The World Health Organization (WHO) is being criticized by a panel of global health experts convened by the Harvard Global Health Institute and the London School of Hygiene & Tropical Medicine over the organization’s response to the Ebola outbreak that began in West Africa in 2013 — which was worse than all prior outbreaks combined.
In the outbreak, which reached epidemic status in 2014, more than 11,000 people died.
Dr. Margaret Harris, a spokeswoman on Ebola for the World Health Organization, told CNN in a statement that the organization welcomed the panel’s critique and was subsequently carefully reviewing their recommendations as well as those provided by other groups. She referred to the “consensus of thought” on the issues as “gratifying” while stating that a number of the panel’s recommendations were already en route.
A number of its recommendations cover work that is already being done — including steps set in place by WHO in early 2015 (…) It is gratifying to see that there is consensus of thought on many of these key issues.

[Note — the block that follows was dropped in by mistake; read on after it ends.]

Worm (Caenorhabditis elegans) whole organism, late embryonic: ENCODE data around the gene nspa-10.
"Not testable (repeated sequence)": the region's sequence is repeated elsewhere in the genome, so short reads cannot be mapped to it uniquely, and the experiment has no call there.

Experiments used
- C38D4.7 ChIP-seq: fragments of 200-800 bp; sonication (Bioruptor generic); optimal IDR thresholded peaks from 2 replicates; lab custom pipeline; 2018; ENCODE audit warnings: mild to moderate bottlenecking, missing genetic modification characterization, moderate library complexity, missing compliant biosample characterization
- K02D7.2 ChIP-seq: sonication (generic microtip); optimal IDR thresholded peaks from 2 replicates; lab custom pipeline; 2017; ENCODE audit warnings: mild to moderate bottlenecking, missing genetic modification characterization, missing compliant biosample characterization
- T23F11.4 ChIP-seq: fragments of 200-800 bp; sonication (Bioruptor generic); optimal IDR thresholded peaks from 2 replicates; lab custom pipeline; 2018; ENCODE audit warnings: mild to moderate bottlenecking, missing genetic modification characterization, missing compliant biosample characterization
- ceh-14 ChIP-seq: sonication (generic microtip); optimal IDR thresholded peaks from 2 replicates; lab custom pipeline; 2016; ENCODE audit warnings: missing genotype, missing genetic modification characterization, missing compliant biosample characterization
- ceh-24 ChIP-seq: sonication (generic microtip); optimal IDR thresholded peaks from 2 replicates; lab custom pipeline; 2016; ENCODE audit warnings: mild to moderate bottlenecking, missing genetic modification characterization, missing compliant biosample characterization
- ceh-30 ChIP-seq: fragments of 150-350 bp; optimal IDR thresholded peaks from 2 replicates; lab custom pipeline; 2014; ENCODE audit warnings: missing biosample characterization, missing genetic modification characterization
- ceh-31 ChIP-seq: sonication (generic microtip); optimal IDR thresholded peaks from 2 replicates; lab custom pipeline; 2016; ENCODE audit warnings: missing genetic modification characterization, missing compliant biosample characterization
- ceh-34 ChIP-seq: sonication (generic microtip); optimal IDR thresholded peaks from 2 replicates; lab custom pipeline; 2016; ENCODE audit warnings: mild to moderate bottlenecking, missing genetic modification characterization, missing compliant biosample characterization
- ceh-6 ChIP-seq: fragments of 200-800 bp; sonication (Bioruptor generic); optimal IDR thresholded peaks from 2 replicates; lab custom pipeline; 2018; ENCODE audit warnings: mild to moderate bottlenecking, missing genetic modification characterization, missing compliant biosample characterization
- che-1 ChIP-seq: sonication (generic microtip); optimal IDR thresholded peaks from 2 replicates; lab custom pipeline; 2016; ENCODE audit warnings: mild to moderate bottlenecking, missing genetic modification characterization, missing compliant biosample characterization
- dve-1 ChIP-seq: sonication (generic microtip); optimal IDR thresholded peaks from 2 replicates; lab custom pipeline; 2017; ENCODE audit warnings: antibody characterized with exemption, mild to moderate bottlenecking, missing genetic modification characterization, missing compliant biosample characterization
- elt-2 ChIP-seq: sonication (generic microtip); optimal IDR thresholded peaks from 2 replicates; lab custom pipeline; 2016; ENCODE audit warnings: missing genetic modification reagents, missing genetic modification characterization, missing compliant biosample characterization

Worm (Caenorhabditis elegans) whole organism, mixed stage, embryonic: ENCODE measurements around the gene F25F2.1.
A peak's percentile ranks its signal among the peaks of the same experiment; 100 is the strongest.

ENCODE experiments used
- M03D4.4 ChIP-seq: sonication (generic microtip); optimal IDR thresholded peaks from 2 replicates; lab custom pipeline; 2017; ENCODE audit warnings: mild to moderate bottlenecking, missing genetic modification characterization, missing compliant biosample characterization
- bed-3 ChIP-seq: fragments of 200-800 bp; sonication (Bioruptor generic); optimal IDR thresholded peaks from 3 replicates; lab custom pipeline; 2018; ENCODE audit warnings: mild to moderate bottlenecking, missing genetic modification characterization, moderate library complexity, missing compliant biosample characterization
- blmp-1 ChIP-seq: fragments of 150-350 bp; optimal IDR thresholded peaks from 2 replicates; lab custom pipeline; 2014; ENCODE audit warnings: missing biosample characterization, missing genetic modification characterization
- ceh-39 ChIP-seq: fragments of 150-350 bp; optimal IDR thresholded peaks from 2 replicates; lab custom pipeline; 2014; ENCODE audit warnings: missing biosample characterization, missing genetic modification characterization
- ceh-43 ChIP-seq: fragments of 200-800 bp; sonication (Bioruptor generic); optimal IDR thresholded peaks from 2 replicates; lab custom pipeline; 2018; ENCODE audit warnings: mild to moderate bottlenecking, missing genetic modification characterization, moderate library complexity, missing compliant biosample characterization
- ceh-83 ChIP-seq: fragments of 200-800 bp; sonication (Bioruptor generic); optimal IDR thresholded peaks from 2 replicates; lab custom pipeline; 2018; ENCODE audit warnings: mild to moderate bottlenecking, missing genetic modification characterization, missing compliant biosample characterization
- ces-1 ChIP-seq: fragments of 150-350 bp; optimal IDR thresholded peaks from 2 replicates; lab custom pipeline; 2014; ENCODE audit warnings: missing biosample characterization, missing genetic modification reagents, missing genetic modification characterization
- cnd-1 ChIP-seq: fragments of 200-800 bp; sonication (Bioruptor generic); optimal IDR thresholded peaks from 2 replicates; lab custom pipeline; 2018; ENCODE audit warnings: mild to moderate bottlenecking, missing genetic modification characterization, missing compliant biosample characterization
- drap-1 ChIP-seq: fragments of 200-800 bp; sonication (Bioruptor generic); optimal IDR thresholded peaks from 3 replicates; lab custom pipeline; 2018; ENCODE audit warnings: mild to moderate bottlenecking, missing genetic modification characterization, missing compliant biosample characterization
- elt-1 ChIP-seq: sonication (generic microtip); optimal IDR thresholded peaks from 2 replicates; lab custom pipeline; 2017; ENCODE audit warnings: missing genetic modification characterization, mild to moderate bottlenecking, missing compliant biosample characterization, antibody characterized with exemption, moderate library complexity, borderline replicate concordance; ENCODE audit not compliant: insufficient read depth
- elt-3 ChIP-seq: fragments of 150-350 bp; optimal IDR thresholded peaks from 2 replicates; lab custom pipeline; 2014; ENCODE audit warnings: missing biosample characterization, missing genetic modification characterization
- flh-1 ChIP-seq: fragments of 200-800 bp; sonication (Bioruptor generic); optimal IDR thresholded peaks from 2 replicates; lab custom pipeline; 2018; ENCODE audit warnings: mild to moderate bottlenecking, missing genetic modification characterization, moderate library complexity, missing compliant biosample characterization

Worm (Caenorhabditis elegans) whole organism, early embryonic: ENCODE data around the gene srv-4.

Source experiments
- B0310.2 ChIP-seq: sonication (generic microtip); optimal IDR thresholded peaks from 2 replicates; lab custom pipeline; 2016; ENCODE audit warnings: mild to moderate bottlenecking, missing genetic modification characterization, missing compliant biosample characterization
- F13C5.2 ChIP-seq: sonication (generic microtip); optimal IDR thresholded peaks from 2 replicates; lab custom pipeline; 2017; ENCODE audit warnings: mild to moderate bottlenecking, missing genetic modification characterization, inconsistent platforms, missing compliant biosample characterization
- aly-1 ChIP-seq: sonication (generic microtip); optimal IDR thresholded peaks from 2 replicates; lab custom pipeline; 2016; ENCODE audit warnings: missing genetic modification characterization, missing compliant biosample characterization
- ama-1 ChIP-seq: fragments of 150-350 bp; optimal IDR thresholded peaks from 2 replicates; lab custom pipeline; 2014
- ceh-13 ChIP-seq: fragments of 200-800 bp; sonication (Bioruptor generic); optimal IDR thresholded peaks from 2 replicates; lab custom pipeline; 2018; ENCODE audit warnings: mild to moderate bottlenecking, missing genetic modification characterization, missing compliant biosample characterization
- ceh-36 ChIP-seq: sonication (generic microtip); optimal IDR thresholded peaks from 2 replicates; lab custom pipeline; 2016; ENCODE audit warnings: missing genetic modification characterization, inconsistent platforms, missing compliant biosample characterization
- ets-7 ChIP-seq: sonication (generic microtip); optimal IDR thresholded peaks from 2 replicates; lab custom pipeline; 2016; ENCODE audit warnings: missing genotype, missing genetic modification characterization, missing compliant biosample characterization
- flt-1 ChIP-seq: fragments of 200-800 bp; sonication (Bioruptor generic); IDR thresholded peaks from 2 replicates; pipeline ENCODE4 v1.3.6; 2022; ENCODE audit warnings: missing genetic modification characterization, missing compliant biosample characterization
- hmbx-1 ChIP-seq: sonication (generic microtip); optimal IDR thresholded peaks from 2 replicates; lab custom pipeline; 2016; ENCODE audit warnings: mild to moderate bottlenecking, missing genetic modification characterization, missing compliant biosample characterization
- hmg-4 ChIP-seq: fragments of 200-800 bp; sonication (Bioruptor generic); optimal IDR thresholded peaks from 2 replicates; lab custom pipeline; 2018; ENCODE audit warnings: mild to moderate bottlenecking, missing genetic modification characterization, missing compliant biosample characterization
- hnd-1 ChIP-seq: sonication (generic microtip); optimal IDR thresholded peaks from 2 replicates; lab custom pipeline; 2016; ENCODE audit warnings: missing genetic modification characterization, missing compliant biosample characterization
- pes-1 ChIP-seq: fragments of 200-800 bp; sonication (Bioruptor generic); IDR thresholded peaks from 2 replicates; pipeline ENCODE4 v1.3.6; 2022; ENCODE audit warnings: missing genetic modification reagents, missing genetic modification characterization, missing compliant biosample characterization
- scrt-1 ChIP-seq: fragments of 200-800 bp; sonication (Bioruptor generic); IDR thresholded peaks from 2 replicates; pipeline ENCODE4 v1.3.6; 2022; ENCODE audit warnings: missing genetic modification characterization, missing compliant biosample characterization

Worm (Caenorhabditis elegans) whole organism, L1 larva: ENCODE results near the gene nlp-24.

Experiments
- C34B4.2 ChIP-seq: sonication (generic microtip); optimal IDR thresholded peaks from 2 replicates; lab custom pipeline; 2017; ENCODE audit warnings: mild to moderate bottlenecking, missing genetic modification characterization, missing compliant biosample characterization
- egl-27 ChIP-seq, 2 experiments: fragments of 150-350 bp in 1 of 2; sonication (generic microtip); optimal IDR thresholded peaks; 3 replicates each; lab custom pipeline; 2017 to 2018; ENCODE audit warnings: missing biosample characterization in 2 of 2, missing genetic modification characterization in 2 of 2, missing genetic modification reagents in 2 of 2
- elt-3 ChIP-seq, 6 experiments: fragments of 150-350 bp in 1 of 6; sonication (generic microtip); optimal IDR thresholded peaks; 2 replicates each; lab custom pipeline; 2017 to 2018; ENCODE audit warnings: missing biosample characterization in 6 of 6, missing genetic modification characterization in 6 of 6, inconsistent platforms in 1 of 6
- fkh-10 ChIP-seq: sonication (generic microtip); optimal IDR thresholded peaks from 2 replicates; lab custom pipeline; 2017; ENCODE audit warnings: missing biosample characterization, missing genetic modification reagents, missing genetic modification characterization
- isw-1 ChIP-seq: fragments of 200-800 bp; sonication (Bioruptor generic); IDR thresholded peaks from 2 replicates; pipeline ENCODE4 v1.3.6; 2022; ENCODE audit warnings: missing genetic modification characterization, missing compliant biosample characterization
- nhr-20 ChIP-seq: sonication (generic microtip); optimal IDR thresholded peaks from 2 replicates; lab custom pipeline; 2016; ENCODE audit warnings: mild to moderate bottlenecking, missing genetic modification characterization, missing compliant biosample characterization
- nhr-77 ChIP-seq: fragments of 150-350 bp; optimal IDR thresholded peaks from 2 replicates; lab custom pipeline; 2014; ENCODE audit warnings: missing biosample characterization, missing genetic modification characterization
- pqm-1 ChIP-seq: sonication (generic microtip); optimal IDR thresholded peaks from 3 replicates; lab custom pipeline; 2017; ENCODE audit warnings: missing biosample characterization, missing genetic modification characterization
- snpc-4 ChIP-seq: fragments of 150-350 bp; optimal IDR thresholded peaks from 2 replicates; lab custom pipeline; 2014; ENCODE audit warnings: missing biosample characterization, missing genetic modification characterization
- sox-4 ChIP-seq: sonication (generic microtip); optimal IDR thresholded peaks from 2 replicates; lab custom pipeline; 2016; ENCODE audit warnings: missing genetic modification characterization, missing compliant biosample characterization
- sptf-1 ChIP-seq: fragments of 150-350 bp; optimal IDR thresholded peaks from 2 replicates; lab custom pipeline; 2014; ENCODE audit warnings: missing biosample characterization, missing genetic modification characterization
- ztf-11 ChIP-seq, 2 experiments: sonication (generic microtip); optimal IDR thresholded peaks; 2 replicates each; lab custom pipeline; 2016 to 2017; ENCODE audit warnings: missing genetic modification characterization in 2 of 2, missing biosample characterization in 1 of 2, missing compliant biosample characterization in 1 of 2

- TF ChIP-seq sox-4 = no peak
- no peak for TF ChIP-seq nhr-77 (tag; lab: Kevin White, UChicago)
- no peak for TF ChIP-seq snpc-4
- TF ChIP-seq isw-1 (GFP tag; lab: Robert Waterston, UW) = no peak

The panel of experts wrote in their report, which was published on Sunday in the journal The Lancet, that the WHO’s inability “to meet its responsibility for responding to such situations and alerting the global community” was exposed by 2013’s outbreak.
Several of their recommendations, of which there are 10 in total, focus primarily on the development of strategies designed to enhance national disease detection and reporting programs.
Disregard for travel and trade restrictions on behalf of governments as well as private sector entities, lack of clear coordination, inadequate understanding of the global community’s relevance, a lack of attention to the World Health Organization and other variables all contributed to the spread of the rare and deadly disease, according to the expert panel.